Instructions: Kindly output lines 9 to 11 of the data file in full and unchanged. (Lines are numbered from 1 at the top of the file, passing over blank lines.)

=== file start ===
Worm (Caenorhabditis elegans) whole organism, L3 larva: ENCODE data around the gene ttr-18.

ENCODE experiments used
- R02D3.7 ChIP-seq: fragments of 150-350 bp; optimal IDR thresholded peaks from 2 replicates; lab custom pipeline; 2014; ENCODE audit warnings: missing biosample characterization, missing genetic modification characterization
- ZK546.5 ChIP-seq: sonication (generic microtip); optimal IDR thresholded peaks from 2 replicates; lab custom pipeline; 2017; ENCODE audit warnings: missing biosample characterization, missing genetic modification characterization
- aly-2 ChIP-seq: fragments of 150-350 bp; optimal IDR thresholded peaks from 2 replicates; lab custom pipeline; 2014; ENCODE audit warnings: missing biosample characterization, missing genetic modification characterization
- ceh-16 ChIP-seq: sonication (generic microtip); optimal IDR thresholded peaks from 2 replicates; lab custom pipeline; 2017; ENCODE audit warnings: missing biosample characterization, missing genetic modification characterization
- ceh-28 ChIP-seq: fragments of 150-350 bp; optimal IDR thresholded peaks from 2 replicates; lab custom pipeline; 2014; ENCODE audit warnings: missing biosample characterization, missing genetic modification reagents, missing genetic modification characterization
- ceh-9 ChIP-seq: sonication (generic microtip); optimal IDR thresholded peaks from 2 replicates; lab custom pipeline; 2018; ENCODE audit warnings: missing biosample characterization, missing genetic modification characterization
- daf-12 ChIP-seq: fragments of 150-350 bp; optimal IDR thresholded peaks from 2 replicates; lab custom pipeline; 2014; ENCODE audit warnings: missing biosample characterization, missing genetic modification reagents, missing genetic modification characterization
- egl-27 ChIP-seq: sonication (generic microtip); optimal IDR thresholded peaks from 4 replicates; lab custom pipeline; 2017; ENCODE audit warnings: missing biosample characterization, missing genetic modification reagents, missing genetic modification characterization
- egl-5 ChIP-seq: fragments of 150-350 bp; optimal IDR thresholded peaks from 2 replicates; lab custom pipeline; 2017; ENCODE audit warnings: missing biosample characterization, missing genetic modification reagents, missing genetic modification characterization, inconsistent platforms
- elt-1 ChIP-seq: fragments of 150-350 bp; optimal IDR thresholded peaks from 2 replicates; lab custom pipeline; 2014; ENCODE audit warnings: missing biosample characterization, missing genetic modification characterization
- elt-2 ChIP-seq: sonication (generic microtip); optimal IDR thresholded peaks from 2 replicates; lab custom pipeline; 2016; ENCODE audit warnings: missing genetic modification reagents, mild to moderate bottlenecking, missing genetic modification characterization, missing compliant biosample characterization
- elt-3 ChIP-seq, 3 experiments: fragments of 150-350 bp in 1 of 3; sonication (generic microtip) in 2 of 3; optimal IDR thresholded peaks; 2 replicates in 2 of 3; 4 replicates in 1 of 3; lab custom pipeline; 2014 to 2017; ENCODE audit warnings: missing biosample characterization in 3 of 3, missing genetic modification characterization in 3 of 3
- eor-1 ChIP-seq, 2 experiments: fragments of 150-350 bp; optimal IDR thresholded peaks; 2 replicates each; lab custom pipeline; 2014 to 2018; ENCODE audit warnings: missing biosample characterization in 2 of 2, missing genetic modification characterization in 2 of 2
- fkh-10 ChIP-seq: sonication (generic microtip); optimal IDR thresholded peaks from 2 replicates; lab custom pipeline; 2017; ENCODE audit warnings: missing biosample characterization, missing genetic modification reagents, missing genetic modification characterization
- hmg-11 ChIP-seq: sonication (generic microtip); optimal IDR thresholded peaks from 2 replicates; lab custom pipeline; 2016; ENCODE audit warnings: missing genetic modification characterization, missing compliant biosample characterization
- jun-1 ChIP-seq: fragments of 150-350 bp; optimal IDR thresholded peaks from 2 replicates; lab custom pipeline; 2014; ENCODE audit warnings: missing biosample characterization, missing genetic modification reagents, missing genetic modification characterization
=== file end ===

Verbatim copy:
- daf-12 ChIP-seq: fragments of 150-350 bp; optimal IDR thresholded peaks from 2 replicates; lab custom pipeline; 2014; ENCODE audit warnings: missing biosample characterization, missing genetic modification reagents, missing genetic modification characterization
- egl-27 ChIP-seq: sonication (generic microtip); optimal IDR thresholded peaks from 4 replicates; lab custom pipeline; 2017; ENCODE audit warnings: missing biosample characterization, missing genetic modification reagents, missing genetic modification characterization
- egl-5 ChIP-seq: fragments of 150-350 bp; optimal IDR thresholded peaks from 2 replicates; lab custom pipeline; 2017; ENCODE audit warnings: missing biosample characterization, missing genetic modification reagents, missing genetic modification characterization, inconsistent platforms